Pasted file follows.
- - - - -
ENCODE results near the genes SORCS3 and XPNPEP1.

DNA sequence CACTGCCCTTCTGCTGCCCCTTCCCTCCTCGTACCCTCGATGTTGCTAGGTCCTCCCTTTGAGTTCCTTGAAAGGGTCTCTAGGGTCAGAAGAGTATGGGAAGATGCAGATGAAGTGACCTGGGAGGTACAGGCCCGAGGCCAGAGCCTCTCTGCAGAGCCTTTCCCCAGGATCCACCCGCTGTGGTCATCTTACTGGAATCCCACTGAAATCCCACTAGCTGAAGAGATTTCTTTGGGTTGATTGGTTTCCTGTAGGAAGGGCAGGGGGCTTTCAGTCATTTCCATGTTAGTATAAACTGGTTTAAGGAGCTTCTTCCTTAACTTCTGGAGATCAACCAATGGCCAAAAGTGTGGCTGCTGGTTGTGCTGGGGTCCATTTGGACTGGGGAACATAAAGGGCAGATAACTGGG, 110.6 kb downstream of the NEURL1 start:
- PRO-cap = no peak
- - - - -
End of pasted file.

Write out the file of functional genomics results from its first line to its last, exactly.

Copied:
ENCODE results near the genes SORCS3 and XPNPEP1.

DNA sequence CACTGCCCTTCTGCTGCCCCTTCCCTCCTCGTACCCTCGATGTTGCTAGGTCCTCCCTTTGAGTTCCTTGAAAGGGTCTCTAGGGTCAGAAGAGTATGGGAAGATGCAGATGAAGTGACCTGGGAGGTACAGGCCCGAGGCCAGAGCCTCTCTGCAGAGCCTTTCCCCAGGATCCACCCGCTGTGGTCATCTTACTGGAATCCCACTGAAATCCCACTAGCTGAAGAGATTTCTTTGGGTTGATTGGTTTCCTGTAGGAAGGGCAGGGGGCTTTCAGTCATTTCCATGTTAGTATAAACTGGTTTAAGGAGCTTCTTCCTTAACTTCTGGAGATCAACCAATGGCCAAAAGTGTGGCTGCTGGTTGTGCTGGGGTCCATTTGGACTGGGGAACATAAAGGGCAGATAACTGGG, 110.6 kb downstream of the NEURL1 start:
- PRO-cap = no peak